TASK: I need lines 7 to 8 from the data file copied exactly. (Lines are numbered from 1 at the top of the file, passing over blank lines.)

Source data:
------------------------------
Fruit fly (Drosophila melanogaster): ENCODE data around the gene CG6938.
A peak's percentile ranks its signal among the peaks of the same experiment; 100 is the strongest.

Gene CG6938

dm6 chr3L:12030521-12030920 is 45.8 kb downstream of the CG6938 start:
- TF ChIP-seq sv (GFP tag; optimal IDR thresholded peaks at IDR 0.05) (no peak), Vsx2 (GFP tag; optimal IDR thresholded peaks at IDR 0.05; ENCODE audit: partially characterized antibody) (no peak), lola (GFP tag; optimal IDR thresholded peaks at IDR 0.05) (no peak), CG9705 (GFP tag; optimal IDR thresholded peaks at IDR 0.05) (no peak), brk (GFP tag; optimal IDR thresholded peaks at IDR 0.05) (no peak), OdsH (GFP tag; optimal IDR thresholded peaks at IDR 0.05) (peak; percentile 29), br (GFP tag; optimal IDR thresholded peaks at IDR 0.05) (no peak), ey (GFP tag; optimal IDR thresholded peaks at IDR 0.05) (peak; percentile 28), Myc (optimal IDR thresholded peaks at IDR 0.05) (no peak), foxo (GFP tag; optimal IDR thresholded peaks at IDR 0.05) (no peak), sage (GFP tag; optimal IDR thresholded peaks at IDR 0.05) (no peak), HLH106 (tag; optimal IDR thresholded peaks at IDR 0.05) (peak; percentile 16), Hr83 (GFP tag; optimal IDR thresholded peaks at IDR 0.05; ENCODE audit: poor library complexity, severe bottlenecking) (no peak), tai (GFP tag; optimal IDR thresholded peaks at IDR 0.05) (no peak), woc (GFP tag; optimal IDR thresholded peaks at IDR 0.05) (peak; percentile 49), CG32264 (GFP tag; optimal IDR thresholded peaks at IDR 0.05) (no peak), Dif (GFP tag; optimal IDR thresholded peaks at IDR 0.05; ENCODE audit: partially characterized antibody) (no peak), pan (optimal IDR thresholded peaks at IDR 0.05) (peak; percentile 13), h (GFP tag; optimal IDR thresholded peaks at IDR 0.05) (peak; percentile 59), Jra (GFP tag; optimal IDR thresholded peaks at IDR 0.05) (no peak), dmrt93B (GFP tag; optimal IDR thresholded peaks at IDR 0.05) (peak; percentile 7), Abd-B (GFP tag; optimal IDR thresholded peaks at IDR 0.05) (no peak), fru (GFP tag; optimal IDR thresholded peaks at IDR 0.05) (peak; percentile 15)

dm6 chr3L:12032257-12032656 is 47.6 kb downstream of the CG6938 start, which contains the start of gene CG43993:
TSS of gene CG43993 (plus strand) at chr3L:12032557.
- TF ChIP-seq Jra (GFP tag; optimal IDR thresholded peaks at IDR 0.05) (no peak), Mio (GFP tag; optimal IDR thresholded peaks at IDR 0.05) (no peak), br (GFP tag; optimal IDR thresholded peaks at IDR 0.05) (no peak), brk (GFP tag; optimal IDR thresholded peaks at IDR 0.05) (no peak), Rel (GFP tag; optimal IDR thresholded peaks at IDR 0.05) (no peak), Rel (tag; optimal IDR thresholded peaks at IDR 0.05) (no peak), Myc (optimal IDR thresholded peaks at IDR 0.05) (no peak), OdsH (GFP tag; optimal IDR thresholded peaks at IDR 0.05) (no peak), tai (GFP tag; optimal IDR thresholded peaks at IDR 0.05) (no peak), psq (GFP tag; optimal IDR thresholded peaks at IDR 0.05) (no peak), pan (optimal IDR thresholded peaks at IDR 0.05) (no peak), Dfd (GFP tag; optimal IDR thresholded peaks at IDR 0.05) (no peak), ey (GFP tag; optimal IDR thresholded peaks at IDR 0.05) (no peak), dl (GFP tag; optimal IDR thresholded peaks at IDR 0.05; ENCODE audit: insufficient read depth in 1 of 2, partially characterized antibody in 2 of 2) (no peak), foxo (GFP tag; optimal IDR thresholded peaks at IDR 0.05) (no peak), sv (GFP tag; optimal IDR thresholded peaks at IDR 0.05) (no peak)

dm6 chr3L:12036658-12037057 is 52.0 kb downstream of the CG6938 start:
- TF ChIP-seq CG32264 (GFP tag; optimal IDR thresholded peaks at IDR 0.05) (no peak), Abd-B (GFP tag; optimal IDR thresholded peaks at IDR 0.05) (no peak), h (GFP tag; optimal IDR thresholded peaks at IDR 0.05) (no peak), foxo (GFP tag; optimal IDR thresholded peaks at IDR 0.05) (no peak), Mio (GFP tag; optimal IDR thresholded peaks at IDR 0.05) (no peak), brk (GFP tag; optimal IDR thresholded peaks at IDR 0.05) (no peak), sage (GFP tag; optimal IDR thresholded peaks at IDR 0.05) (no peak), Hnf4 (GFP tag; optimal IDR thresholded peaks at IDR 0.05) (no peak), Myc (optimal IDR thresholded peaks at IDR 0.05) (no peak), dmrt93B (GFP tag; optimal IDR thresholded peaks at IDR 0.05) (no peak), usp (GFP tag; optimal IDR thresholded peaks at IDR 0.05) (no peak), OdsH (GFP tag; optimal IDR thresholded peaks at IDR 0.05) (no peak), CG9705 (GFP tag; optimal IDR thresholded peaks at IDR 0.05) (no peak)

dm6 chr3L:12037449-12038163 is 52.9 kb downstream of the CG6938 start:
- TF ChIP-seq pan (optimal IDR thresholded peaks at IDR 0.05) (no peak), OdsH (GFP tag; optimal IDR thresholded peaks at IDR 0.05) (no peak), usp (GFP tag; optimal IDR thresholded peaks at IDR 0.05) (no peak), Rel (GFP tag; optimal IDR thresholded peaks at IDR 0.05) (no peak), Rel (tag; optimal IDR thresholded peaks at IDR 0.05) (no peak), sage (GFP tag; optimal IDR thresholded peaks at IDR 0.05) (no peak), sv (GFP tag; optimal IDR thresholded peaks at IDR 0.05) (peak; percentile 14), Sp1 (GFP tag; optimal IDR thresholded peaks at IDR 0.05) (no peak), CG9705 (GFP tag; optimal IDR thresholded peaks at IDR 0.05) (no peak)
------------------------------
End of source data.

TSS of gene CG43993 (plus strand) at chr3L:12032557.
- TF ChIP-seq Jra (GFP tag; optimal IDR thresholded peaks at IDR 0.05) (no peak), Mio (GFP tag; optimal IDR thresholded peaks at IDR 0.05) (no peak), br (GFP tag; optimal IDR thresholded peaks at IDR 0.05) (no peak), brk (GFP tag; optimal IDR thresholded peaks at IDR 0.05) (no peak), Rel (GFP tag; optimal IDR thresholded peaks at IDR 0.05) (no peak), Rel (tag; optimal IDR thresholded peaks at IDR 0.05) (no peak), Myc (optimal IDR thresholded peaks at IDR 0.05) (no peak), OdsH (GFP tag; optimal IDR thresholded peaks at IDR 0.05) (no peak), tai (GFP tag; optimal IDR thresholded peaks at IDR 0.05) (no peak), psq (GFP tag; optimal IDR thresholded peaks at IDR 0.05) (no peak), pan (optimal IDR thresholded peaks at IDR 0.05) (no peak), Dfd (GFP tag; optimal IDR thresholded peaks at IDR 0.05) (no peak), ey (GFP tag; optimal IDR thresholded peaks at IDR 0.05) (no peak), dl (GFP tag; optimal IDR thresholded peaks at IDR 0.05; ENCODE audit: insufficient read depth in 1 of 2, partially characterized antibody in 2 of 2) (no peak), foxo (GFP tag; optimal IDR thresholded peaks at IDR 0.05) (no peak), sv (GFP tag; optimal IDR thresholded peaks at IDR 0.05) (no peak)